English Romeo and Juliet

Topics: Romeo and Juliet, Sonnet, Shakespeare's sonnets Pages: 5 (1526 words) Published: June 17, 2014
In this essay I will be comparing and contrasting the way different relationships are presented in Act 1 Scene 5 (in particular, the sonnet in that scene) and in two other Shakespearean sonnets, sonnet 18 and sonnet 130. William Shakespeare wrote 154 sonnets, they were themed poems normally based on love and time. Sonnets were very popular with audiences in Elizabethan times so they knew what they meant and how there were used. All Sonnets have the same structure, each one has 14 lines with three quatrains with alternate rhyme and end with a rhyming couplet (Volta). The rhyme scheme of a sonnet is always “a b a b, c d c d, e f e f, g g”- also the lines of sonnet are written in iambic pentameter that is ten syllables across each line. This has the effect of internal rhythm within the poem which creates at tension between the two characters. Each of the sonnets have different language, are set in different places and have different speakers. There are several types of relationships that are explored in “Romeo and Juliet”. One of them is the relationships between Paris and Juliet, this represents the relationship of courtly love which was very common in Shakespeare’s time amongst noble time. He asks Capulet for Juliet’s hand in marriage, this was the acceptable method of courtship in the era and culture. A girl like Juliet would have expected an arranged marriage in those days. However this type of love was based on what the man could offer to the girl’s father and Juliet’s view was deemed as very unimportant. In contrast Romeo and Juliet’s relationship is one of love at first sight in which both people are in love with each other. Plus, their relationship is portrayed as pure and holy we know this because the language is bursting with religious imagery. Also Shakespeare uses a sonnet in Act 1 scene 5 to show the Elizabethan audience that Romeo and Juliet’s love is not just lust and sexual attraction but is based on holy, respectful, pure and unselfish love, “Dis my heart love till now? Forswear it sight!” -this quote shows Romeo’s love for her before they even speak.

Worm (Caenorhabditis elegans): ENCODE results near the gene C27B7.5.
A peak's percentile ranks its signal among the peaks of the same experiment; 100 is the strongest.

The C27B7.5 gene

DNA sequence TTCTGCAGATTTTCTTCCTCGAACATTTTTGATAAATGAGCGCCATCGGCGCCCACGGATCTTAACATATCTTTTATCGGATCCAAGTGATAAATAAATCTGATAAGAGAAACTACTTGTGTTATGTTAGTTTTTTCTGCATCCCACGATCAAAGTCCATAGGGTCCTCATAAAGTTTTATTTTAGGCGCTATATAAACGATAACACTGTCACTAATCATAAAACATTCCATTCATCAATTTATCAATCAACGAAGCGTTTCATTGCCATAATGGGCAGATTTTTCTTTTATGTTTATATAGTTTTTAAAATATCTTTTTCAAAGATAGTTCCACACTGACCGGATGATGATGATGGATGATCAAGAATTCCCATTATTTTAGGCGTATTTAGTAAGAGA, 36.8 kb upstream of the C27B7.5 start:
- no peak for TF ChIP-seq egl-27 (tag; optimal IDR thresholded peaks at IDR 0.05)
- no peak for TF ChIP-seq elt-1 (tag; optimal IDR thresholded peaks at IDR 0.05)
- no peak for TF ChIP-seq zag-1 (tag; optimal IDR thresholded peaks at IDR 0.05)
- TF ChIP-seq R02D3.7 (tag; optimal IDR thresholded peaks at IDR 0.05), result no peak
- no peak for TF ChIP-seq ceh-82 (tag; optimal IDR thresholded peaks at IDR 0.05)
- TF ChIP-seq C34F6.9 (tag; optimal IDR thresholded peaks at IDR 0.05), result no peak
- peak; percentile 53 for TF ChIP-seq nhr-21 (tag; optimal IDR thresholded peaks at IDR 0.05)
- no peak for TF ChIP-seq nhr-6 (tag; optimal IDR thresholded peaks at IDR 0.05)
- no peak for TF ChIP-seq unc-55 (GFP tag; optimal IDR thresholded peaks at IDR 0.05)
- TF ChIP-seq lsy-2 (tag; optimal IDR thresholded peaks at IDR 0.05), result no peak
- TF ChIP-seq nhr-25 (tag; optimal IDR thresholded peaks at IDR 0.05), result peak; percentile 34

In the sonnet from ‘Romeo and Juliet’ the characters, Romeo and Juliet are speaking to each other in Act 1 Scene 5. The two lovers are together for the first time in the play; however they are both unaware that they come from enemy families that should stay away from each other. This creates tension amongst the audience as they know that Romeo and Juliet are star crossed lovers that they are from feuding families. This sonnet would be recognised by the Elizabethan audience and as a result it would engage their attention and produce dramatic tension. Shakespeare gives his character, Romeo, a sonnet filled with emotive religious imagery and language. For example, Romeo compares Juliet’s beauty to a “holy shrine”, which is where religious pilgrims went to worship in the Elizabethan era, he says this implying that she should be worshiped for her beauty. Romeo also calls Juliet a “dear saint” and “a rich jewel” This language is used by Romeo to emphasise to the audience how beautiful she is. This use of metaphorical language elevates her above other women and shows the audience that he considers her superior to ordinary mortals. It also highlights his impetuous and impulsive nature, as he seems to have completely forgotten about Rosalind, the subject of his supposed former infatuation. In addition to this in the sonnet, Romeo uses other different example of metaphorical language to create the effect of pure, holy love. For instance, he calls his lips “two blushing pilgrims” who want to worship at the shrine of Juliet’s beauty. Use of such imagery helps to convince the audience that Romeo and Juliet are in a loving relationship which elevate them both above the stressed shouting of the servants or the petty squabbling of Lord Capulet and Tybalt. Such effective figurative language is used throughout this sonnet and indeed the rest of the scene and the play in order...
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